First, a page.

So much for a post-election rally. And so much for a sense of proportion.
In the seven trading days following the election, the Dow Jones Industrial Average has dropped around 750 points, or about 5.6%. For this, we can thank the permanent anchoring of Obamacare, and the devilishly divisive fiscal cliff.
Obamacare is a welfare monstrosity, and it will certainly hurt business. But Obamacare is a done deal, so there is no more uncertainty (at least with regard to its implementation). Businesses will eventually learn to cope.
The fiscal cliff, on the other hand, continues to roil financial markets. And understandably so when you consider the latest “compromise” put forth by President Obama.
The president wants $1.6 trillion in additional tax revenue over the next decade, twice the amount he had discussed with congressional leaders in the summer of 2011.
I understand the ploy. Jack your demands up to ridiculous levels, then negotiate down from that ridiculous level. And if you compromise, you'll project the appearance of rationality and bi-partisanship.
At this point, the Republicans are unwilling to take the bait. But that could change as we approach January 1 and the pressure mounts to avert the wealth-sapping, economy-stopping tax-rate hikes that will take effect in 2013.
And make no mistake, the tax-rate increases imbedded in the fiscal cliff are both wealth sapping and economy stopping.
Should we cascade over the fiscal cliff, income tax rates will rise in all income brackets. (Ironically, the largest percentage increases will occur in the lower income brackets: The 10% income-tax bracket will rise 50% to 15%; the 15% income-tax bracket will increase 86% to 28%.)
Higher income tax rates lower the rate of investment. When you pay more in taxes, you've got less money to invest. That's obvious.
Less obvious is how higher income tax rates limit the quantity of investment opportunities.
Investments are frequently valued on the discounted value of after-tax cash flows. Higher tax rates means lower after-tax cash flows, which in turn means fewer investments with a positive net present value. That is, fewer positive return investments.
Fewer investments with a positive net present value isn't good for the economy. Contrary to popular belief, investment drives economic growth more than consumption.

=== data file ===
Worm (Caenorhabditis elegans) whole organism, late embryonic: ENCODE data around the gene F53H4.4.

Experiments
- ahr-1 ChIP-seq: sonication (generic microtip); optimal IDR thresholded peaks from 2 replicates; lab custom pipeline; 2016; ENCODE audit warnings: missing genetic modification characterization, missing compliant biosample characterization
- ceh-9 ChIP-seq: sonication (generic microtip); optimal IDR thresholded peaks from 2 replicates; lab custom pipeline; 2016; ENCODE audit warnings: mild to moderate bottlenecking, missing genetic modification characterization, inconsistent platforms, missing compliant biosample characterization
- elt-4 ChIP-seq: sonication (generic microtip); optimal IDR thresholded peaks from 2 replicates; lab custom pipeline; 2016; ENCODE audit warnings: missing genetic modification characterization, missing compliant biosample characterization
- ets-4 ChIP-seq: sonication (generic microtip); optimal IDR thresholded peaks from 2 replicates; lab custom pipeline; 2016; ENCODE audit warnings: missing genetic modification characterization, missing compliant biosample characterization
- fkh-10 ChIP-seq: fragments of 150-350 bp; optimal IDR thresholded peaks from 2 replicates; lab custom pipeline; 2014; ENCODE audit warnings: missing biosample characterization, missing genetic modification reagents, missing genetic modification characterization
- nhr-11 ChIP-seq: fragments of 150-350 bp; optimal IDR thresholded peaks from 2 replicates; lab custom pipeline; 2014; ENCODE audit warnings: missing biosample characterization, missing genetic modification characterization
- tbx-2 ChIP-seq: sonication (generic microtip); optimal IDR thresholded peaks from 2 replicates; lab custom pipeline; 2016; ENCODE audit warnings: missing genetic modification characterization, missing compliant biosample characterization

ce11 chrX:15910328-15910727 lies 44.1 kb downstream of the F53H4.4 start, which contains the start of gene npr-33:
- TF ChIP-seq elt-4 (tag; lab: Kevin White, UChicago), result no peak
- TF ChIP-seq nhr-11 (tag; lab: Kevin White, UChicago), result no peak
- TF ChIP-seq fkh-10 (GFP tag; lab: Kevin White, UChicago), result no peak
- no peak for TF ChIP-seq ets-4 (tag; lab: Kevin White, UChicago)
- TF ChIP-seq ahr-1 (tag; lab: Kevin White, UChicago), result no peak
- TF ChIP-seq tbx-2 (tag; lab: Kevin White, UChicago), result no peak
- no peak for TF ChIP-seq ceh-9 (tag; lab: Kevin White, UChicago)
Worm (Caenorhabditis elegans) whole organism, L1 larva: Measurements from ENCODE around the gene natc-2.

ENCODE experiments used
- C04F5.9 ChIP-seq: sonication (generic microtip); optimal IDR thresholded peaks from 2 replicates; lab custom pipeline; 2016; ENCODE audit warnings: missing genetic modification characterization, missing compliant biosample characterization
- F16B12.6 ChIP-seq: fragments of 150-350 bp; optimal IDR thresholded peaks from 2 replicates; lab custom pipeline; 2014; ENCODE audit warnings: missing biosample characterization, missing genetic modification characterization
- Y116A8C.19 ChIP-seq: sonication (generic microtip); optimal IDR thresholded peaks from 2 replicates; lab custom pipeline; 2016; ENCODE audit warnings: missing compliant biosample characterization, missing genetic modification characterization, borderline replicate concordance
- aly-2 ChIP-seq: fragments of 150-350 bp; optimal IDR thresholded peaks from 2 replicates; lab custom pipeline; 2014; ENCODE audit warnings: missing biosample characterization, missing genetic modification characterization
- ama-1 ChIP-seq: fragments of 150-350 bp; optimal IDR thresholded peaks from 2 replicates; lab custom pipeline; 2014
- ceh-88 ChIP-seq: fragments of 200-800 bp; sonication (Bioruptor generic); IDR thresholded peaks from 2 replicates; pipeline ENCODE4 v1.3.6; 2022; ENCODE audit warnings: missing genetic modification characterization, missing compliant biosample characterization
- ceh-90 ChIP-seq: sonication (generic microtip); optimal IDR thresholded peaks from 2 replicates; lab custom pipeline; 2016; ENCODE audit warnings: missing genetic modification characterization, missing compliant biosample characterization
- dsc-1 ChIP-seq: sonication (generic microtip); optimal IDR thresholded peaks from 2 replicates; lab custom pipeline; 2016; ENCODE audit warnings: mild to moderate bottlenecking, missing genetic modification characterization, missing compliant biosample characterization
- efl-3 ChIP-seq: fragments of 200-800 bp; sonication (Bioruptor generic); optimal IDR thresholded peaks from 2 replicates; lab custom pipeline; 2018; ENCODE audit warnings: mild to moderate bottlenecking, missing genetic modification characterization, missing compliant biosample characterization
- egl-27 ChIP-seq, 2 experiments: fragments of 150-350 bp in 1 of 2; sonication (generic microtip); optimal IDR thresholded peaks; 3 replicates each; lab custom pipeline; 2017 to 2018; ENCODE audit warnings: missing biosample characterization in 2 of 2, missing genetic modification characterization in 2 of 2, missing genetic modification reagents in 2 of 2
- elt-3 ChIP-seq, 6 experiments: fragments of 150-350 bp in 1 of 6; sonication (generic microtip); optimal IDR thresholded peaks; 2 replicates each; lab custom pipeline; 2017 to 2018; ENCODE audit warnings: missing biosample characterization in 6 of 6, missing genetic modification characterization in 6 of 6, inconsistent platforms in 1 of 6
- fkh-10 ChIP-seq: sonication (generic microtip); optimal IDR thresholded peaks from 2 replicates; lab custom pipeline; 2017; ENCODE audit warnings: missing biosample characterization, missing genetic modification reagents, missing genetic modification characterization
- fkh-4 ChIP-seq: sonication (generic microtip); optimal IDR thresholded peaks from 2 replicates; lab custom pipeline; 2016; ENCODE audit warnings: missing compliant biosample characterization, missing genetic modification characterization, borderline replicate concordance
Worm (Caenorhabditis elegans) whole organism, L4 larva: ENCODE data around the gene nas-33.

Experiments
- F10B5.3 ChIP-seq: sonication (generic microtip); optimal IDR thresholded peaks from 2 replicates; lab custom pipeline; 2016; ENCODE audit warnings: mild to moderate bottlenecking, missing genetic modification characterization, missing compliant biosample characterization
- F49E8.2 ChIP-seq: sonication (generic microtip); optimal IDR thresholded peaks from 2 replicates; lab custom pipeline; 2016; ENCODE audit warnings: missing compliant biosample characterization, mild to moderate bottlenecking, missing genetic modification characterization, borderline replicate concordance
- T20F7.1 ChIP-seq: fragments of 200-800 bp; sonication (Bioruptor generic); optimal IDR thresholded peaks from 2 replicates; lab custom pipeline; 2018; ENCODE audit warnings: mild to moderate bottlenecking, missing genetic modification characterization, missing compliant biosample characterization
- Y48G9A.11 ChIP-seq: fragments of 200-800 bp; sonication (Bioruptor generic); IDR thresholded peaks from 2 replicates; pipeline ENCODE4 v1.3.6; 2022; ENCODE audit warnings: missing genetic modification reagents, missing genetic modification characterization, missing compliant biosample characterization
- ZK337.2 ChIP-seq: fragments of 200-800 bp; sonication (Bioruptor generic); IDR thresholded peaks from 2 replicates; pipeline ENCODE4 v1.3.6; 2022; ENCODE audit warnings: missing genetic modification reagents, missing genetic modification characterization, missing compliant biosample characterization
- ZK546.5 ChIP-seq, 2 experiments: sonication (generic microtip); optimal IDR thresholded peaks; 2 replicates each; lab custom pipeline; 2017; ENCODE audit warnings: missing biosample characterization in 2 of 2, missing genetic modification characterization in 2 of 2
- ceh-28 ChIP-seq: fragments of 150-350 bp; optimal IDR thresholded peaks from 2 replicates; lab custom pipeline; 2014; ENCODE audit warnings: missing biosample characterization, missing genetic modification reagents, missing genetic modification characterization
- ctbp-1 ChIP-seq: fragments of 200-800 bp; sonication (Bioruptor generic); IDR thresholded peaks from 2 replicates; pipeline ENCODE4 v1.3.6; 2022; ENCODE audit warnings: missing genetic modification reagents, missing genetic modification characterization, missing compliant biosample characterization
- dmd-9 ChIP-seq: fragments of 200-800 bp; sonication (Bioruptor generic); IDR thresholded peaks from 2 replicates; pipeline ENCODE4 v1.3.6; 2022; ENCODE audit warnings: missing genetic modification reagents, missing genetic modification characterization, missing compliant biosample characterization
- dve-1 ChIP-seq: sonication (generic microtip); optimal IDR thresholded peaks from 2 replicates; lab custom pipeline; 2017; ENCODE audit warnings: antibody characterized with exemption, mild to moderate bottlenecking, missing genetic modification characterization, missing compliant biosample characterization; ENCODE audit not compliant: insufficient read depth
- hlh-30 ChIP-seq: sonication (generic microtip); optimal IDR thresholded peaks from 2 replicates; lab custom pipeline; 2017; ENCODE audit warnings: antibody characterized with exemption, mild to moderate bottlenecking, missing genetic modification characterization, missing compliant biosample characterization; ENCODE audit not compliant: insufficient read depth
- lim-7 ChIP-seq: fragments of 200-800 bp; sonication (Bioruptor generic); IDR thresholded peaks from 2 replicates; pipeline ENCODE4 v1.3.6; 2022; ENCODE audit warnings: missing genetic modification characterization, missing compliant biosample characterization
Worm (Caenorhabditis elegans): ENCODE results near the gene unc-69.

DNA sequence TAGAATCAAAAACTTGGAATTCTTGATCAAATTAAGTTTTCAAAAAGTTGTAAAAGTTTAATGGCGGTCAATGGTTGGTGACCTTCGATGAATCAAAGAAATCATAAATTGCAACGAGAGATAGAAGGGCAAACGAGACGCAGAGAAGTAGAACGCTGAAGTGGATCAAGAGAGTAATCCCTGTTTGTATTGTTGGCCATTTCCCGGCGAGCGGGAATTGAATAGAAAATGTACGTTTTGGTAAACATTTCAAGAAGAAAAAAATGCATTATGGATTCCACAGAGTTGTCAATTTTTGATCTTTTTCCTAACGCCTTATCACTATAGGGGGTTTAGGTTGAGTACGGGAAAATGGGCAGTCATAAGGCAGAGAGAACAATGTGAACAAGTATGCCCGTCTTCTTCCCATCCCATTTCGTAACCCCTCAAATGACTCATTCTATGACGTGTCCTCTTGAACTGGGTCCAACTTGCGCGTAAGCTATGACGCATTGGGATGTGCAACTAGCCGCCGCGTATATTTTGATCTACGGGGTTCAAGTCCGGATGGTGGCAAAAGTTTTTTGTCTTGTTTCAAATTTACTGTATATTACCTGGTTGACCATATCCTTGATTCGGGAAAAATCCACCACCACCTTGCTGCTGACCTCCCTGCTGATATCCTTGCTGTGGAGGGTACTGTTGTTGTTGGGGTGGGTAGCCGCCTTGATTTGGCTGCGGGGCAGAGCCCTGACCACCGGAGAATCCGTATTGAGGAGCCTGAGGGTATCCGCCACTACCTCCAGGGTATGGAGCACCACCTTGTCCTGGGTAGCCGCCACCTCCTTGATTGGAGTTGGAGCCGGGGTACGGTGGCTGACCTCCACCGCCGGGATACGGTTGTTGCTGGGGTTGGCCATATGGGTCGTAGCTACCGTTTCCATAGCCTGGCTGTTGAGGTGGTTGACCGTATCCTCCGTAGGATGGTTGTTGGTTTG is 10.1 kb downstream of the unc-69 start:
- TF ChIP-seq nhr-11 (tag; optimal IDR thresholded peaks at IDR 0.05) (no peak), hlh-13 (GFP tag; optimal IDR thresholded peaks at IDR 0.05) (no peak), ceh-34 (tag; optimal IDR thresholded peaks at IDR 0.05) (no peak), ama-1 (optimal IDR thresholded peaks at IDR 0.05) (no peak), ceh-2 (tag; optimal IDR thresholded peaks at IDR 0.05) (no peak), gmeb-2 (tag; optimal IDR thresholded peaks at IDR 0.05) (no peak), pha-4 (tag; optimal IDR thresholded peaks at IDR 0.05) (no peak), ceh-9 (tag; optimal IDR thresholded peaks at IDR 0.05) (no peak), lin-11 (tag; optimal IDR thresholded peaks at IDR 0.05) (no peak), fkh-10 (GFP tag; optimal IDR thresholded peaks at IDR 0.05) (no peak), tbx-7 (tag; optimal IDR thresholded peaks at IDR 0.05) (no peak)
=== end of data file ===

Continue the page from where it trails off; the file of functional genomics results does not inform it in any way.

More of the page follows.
That said, the impending hike in capital gains taxes and dividend taxes is the more immediate concern to income investors.
As part of his plan to get to $1.6 trillion, the president wants the long-term capital gains tax increased to 20% from 15% for the top two tax brackets (presently 28% and 33%). He also wants dividends taxed at the ordinary income rate for anyone with adjusted gross income above $200,000 ($250,000 for a couple).
Top earners could see their dividend tax rate rise as high 43.6% in seven weeks, which is nearly triple the 15% rate today.
The impact to income is immediate and onerous. An investor in the top income-tax bracket who realized $20,000 in dividends would pay $3,000 in tax in 2012. Next year, if no compromise is reached, he'd pay $8,720. That's unconscionable. (Also, if there is no compromise, everyone pays his top marginal income-tax rate on his dividend income.)
Many investors are desperate to preserve their income and wealth. I've seen an increase in investors moving money into tax-deferred accounts. Problem is, that's only useful if you don't need your dividend income today.
Municipal bonds are another popular tax haven. Investors don't owe federal income tax on qualified municipal bonds, but these bonds also don't yield much: A quality 10-year muni-bond yields only 1.6%.
At High Yield Wealth, we've incorporated strategies for investors who need income and tax efficiency today. These strategies protect current income because they incorporate high-yield investments whose income stream won't be impacted by the impending tax-rate increases.
The Washington politicians have no qualms playing chicken – a game where two people race toward a cliff and the winner is the last to slam his brakes – with your wealth and welfare.
But that doesn't mean you have to participate. And you won't participate, if you know the right income-protection strategies, like the ones offered at High Yield Wealth.